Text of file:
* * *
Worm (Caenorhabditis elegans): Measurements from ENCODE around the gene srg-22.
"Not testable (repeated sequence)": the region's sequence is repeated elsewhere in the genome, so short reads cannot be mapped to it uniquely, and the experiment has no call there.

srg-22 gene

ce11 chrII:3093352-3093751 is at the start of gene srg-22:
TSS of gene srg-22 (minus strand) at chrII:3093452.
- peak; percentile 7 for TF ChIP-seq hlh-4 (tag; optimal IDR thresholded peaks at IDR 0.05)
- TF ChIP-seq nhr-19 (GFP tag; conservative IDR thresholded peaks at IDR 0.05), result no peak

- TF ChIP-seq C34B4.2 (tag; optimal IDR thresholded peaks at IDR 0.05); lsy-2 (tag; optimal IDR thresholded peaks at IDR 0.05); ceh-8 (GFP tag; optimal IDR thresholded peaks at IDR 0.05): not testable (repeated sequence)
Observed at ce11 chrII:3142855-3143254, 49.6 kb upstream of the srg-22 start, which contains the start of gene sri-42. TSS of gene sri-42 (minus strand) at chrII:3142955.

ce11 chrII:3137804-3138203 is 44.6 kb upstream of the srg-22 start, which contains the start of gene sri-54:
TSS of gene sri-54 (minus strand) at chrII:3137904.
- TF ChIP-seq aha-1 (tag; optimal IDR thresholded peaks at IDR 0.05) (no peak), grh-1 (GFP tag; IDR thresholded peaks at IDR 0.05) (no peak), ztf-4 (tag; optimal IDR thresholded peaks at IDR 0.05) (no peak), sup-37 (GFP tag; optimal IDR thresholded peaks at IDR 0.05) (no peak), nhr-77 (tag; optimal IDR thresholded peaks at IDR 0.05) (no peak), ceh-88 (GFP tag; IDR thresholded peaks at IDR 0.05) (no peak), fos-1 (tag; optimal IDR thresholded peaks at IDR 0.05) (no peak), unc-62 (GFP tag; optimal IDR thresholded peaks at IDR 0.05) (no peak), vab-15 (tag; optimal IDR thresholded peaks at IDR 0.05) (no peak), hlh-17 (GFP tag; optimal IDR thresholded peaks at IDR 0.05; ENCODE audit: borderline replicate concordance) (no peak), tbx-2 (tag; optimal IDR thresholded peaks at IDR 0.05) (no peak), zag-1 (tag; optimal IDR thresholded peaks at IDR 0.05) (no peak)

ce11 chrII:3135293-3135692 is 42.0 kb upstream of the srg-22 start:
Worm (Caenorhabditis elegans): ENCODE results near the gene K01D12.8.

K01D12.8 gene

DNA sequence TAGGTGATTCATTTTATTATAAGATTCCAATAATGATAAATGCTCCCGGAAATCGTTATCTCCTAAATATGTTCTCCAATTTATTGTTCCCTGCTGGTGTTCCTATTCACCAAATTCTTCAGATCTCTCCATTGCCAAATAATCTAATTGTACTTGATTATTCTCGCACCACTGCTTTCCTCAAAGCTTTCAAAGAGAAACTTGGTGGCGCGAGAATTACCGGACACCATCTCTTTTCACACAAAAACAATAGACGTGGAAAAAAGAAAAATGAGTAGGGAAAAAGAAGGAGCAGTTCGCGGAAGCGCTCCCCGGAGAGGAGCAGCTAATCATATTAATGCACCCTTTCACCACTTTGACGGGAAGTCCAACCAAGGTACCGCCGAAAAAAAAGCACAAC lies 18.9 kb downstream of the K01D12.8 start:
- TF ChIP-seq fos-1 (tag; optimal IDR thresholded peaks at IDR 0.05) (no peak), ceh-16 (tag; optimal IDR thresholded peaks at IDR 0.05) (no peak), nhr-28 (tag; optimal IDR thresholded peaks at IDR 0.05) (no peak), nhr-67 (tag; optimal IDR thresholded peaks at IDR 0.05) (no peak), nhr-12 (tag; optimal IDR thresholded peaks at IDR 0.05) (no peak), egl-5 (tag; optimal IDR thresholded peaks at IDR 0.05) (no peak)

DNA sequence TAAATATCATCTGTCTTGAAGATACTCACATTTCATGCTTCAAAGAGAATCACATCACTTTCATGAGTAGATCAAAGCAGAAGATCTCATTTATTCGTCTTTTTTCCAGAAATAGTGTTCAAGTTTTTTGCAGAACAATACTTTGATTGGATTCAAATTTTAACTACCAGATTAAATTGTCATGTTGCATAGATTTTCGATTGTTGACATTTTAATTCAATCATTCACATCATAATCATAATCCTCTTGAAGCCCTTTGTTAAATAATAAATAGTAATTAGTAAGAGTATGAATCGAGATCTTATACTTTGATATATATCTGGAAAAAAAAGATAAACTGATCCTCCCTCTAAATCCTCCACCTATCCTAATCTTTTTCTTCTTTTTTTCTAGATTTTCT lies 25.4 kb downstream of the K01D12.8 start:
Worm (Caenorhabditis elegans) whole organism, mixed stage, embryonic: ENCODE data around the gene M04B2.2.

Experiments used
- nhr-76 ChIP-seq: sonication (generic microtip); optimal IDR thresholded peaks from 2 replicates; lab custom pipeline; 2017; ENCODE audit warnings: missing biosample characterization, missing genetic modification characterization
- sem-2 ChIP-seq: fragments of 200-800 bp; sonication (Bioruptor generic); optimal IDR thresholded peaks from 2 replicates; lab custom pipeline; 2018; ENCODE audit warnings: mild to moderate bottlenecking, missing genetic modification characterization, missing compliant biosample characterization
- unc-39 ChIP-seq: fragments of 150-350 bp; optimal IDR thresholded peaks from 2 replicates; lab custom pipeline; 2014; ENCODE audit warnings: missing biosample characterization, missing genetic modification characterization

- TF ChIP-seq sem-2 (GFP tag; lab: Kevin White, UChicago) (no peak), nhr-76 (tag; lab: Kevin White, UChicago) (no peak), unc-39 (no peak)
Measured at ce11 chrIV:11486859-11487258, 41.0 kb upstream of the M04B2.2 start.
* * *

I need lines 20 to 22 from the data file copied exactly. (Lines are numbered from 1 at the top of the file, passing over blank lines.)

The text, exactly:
Experiments used
- nhr-76 ChIP-seq: sonication (generic microtip); optimal IDR thresholded peaks from 2 replicates; lab custom pipeline; 2017; ENCODE audit warnings: missing biosample characterization, missing genetic modification characterization
- sem-2 ChIP-seq: fragments of 200-800 bp; sonication (Bioruptor generic); optimal IDR thresholded peaks from 2 replicates; lab custom pipeline; 2018; ENCODE audit warnings: mild to moderate bottlenecking, missing genetic modification characterization, missing compliant biosample characterization